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Advice on horizontal fence - post spacing and if frame is needed

Discussion in 'In the Garden' started by lozcozard, 28 Mar 2021.

  1. lozcozard

    lozcozard

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    Hi

    I’m building a new fence along my garden. I prefer horizontal boards than vertical. I don’t want gaps so will overlap the boards.

    Now, for vertical boards it’s really common to fix horizontal timber to the posts then nail the vertical boards to that. The spacing I can see is like 1 to 2ft. I’m assuming it’s to help stop warping and gaps appearing.

    So should also be having vertical braces (not know what you’d call them) at 1 to 2ft for the horizontal boards?

    I was thinking of just nailing the boards direct to the posts and not having any frame. But I’d like to minimise the number of posts - digging post holes in rocky clay soil is a nightmare. I was thinking of having posts say 2.4m apart so I can buy 2.4m length boards and assuming they are that long I won’t have to cut any either. But am concerned the span is too long and they’ll warp.

    although due to them being horizontal with an overlap it’s not as big a deal having gaps under than like it is vertical.

    if I do have braces along them (not additional posts in ground) then I can’t see how I’d nail the posts to that as in effect it’s a floating piece of wood. I could screw it. Screws are better to hold the warping that nails I guess.

    So I’m looking for advice really on the best way to do this minimising posts in ground and if possible eliminating a frame between the posts.

    If it helps, I though going for a 22mm board would add quality as the really thin panels you get in off the shelf fence panels are terrible. So maybe the 22mm would have less warping and certainly be better at longer spans.

    Thanks
     
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  3. JohnD

    JohnD

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    I have been replacing panels with horizontal boards. I use decking boards. My posts are at around 1900mm centres and the boards mostly 2400, so even randomised, I always have some joints where I add a vertical. I have a few 4800 boards, mostly at or near the top, which span three posts so add rigidity along the fence. They are staggered so no two adjacent boards have their ends in the same place so there is never a really weak point. You can also get 3600 boards.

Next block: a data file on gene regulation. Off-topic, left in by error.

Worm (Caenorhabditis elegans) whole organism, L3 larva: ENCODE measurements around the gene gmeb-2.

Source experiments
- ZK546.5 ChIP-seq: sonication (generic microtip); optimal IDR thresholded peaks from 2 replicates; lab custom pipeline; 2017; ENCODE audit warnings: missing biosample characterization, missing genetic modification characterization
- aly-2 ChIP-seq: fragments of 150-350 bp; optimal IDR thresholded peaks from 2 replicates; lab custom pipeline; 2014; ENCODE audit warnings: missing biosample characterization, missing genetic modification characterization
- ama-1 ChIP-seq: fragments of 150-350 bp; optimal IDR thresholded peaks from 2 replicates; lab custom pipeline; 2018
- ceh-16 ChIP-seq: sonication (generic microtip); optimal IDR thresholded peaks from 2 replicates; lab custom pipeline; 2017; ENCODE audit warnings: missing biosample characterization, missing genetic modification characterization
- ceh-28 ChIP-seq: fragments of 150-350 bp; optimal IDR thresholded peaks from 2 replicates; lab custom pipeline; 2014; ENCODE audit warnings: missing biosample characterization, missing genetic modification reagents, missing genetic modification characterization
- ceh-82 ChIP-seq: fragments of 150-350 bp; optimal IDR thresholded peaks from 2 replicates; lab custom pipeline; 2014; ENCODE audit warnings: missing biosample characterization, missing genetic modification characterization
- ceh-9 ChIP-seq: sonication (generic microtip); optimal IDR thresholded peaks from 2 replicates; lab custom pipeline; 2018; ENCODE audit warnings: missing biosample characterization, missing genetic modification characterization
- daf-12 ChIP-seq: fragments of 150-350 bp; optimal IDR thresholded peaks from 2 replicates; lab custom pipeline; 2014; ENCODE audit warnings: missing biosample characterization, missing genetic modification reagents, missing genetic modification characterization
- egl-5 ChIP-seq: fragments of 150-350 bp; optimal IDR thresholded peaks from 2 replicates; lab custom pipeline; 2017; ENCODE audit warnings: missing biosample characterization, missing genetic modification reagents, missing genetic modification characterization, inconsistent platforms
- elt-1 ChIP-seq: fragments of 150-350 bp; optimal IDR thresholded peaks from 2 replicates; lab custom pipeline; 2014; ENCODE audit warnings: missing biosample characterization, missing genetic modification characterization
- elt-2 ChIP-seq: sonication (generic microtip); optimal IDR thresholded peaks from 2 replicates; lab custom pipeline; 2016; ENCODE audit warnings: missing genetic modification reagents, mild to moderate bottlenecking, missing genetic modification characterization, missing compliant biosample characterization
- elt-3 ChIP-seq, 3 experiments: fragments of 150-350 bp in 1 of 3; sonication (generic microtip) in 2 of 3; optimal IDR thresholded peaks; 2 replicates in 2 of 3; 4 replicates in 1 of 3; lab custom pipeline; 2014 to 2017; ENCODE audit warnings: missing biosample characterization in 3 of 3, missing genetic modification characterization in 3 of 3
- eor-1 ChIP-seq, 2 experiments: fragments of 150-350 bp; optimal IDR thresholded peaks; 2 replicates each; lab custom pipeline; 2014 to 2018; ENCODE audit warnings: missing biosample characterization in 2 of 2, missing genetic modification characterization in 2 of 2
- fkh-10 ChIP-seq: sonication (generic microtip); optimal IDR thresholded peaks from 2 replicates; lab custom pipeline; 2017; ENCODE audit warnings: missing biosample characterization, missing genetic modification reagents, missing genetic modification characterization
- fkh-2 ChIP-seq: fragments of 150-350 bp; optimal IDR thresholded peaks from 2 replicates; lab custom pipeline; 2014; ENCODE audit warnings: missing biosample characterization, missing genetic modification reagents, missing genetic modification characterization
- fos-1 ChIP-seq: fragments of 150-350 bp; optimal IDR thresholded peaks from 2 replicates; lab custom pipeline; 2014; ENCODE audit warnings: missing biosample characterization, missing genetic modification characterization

It makes a nice strong fence which I expect to last well. Due to coastal location I use stainless coach screws with hex heads, but BZP plus paint would probably be OK inland. Put large washers under the heads.

    You have to get the level spot on as any tilt will show up and worsen along the fence. You can use folded cardboard to give the expansion gaps.
     
  4. Tigercubrider

    Tigercubrider

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    You could use a nail/pin gun to add verticals? Or screws if your neighbours are ok with you Woking on both sides?
     
  5. lozcozard

    lozcozard

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    I don’t think I need to work the neighbours side but they’ll be fine if I do. Screws would go from my side through to any post or other verticals behind.

    or are you suggesting do it from the back to hide the screws? It’s just if they’re only 22mm thick there’s not much to screw into.
     
  6. lozcozard

    lozcozard

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    I’m thinking it’s ok to try it with without mid verticals and just span the posts. And if any warping or gaps appear I could add in verticals behind at that point.
     
  7. Captain Nemesis

    Captain Nemesis

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    T&G boards?

    Slotted posts that you just drop the boards into?


    Look at the thick boards you can get for building "log cabins" - I've seen them up to 70mm thick and 6m long.

    But of course the thicker and longer they are, the more they will cost. One supplier I was looking at has 70mm triple-tongue boards at £18/m. And they are untreated. No idea how competitive their prices are as Ive only just started looking at different options, but I too like horizontal boards.


    But what is a big deal with horizontal boards is any vertical differences along the run are going to be glaringly obvious, particularly if you are looking along the length (eg boundary fences in a back garden).

    Im also considering using scaffold boards https://www.diynot.com/diy/posts/4954289/ and one idea which occurred to me was to rip some of the boards into narrower strips to create a "random" pattern which might make vertical variations less noticeable. No good for T&G though.

    Same supplier as above has pressure treated 28mm T&G boards at £13 for 4.2m.
     
  8. lozcozard

    lozcozard

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    @Captain Nemesis I’ve done it now.

    using spacers on the boards as you fix them, so start from bottom, resulted in horizontal and even boards. Although some are not that horizontal but not noticeable. I think it’s because the boards themselves are not perfect so the sprit level was out a bit in places so I’d adjust it.

    I used 3,6m x 22mm x 150mm overlapped so no gaps. It’s a bit rough but it’s fine. We just call it rustic.
     
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